October Indie/Alternative Release Review

Spooky season has officially passed again and I think we’ve all had more fear and scares than we can handle over the course of 2020, which is why we needed to slow down with our listening habits right now. Sorry, Monster Mash, but it was just not your year to shine. Thankfully, October has come with the much-needed releases of singles, EPs and albums from the likes of Ariana Grande, TWICE, Bryson Tiller and more. But today we’re going to stray from the pop and R&B to take a look at last month’s releases in my favorite musical genres: Indie and Alternative.

Photo courtesy of RCA Records, a division of Sony Music Entertainment.

Bright Lights, Red Eyes” by Ruel

First up is the Australian artist Ruel van Djik, who gained a boost of popularity for one of his first singles, “Dazed and Confused,” in 2018, and has since grown immensely as a vocalist and artist. This latest EP was released Oct. 23, and features a nostalgic collage-style cover that reflects the warm, sentimental feel of its five-song tracklist.

Van Djik’s signature smooth vocals take the center of attention on “Distance,” supplemented by minimalistic electric guitar-playing, and “Courage” features powerful piano lines and choir-like background vocals to deliver a deeply emotional effect. My favorite lyrics come from this song: “If I try again, I know I’d run/ Dropping the words to the back of my tongue/ Poisonous is what I’ve become,” attaching a personal responsibility to his loneliness. The track “Say It Over,” featuring the artist Cautious Clay, is the most musically experimental song on the EP. Careful layering of almost harp-like acoustic guitar, softly autotuned background vocals and gradual introduction of a gentle bass line and muted percussion all contribute to a wholly moving sound. There is a necessary sort of sadness to the song, with an element of catharsis — so if you’re feeling frustrated or sad and need to just sit with your emotions, this is the perfect song to listen to while you do so.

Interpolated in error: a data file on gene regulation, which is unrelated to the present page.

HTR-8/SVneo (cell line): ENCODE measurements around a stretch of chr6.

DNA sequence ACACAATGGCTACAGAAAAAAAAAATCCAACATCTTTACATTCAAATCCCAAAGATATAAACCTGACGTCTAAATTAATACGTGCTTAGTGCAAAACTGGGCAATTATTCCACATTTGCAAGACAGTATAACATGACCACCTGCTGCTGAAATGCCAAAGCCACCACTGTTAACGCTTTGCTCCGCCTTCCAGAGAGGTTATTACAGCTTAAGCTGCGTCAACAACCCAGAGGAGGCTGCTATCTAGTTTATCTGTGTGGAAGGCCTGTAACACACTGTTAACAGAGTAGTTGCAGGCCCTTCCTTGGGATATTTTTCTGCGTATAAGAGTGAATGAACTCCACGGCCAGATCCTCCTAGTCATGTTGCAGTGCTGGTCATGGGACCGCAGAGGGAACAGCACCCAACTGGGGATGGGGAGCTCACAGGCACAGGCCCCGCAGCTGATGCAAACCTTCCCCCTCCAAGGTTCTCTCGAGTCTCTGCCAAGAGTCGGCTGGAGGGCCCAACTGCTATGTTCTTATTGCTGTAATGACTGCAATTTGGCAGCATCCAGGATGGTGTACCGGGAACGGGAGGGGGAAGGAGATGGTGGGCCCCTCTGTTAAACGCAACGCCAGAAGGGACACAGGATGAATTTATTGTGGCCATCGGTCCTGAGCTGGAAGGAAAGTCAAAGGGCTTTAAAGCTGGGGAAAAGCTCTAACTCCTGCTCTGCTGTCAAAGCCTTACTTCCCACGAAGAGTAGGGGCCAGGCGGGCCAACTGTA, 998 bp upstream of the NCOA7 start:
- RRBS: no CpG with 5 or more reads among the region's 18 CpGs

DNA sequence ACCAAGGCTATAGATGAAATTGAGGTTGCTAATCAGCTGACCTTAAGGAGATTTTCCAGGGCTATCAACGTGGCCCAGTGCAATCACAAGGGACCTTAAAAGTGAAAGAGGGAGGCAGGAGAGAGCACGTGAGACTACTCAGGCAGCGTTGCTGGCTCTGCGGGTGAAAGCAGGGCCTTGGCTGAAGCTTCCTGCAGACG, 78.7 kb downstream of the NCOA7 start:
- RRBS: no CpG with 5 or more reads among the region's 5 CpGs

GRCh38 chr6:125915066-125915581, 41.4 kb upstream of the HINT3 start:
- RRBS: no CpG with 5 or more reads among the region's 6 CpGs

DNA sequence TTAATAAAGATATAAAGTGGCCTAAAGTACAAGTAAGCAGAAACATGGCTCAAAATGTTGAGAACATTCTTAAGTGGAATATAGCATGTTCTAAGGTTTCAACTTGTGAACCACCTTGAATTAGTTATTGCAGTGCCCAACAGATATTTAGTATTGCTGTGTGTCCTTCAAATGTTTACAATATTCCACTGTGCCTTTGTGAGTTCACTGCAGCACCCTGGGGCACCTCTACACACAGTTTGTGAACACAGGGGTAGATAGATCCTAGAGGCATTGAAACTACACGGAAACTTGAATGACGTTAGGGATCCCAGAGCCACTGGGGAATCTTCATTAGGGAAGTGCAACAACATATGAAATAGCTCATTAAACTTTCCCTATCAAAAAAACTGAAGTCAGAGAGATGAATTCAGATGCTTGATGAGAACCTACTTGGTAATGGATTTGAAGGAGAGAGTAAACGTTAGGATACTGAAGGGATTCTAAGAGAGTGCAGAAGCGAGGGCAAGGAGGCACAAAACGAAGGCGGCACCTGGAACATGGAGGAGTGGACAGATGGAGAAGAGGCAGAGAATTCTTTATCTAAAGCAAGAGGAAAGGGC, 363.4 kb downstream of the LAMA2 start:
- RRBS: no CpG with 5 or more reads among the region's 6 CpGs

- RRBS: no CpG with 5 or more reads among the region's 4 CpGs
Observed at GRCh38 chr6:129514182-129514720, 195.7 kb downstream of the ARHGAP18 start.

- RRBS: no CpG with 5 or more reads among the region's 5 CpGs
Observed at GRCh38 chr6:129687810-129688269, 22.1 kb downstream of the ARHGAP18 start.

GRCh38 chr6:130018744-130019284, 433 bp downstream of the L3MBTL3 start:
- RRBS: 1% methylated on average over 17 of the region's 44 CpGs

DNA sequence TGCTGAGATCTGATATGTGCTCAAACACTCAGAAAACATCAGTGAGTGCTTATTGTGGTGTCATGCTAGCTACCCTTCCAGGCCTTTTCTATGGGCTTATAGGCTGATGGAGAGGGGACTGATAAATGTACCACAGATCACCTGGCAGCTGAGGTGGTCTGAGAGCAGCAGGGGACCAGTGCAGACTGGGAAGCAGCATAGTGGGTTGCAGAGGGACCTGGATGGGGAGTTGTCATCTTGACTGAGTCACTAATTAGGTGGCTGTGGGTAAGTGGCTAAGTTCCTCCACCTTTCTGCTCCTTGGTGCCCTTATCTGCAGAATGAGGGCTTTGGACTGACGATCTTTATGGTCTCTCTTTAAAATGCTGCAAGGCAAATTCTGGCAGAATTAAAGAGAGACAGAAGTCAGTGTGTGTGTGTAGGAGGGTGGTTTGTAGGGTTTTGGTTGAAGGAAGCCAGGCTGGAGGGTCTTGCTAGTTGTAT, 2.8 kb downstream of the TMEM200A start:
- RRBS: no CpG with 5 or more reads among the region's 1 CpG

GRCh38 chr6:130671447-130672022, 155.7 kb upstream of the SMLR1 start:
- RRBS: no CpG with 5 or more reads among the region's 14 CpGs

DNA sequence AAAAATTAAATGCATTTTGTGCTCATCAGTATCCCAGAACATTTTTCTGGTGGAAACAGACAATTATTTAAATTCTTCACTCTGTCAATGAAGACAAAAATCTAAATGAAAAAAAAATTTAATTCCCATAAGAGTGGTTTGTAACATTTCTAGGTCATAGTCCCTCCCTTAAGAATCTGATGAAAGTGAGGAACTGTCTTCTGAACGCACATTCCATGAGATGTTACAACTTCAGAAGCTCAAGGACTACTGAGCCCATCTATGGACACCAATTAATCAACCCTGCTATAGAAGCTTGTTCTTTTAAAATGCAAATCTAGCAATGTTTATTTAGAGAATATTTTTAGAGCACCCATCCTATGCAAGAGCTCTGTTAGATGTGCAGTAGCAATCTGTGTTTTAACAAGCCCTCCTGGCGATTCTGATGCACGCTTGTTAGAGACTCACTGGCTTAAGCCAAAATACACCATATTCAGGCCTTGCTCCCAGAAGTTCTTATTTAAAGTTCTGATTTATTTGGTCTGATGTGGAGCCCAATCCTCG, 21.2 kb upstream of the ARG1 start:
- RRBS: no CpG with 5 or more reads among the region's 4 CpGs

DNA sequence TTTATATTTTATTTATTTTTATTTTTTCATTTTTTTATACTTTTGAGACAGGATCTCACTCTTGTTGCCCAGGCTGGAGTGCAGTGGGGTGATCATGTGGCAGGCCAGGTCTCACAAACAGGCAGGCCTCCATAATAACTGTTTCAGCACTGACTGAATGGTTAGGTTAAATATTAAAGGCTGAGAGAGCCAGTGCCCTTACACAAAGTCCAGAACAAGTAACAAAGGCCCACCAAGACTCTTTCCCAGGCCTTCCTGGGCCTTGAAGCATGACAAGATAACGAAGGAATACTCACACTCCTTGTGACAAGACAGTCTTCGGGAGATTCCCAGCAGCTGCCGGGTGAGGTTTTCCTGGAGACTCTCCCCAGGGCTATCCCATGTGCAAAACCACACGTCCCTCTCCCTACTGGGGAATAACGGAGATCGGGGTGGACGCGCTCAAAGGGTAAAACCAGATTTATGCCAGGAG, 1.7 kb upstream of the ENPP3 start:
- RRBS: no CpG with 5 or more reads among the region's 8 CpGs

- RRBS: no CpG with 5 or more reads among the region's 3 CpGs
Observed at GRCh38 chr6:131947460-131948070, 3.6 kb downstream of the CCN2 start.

I enjoyed how van Djik structured the EP, sandwiching more melancholy and wistful songs between the upbeat tracks “As Long As You Care” and, my personal favorite, “Up to Something.” This last track in particular is the most refined I’ve heard from the artist, incorporating a floral, dreamy sound that develops into an urgently paced feel with the addition of heavy synths and percussion, though I would have liked to hear stronger lead vocals.

Overall rating: 6/10


Photo courtesy of Dirty Hit Records.

Fake it Flowers” by beabadoobee

Dirty Hit artist beabadoobee, or Beatrice Laus, gained almost instant fame with her lo-fi single “Coffee” in 2017, which was recently made into a remix by the artist Powfu. The track, renamed “Death Bed (Coffee for Your Head)” gained several hundreds of millions of streams on Spotify alone, as well as traction on the popular social media app TikTok. “Fake it Flowers” is Laus’s debut album (released Oct. 16), and follows her earlier music in its slow, soft bedroom pop style.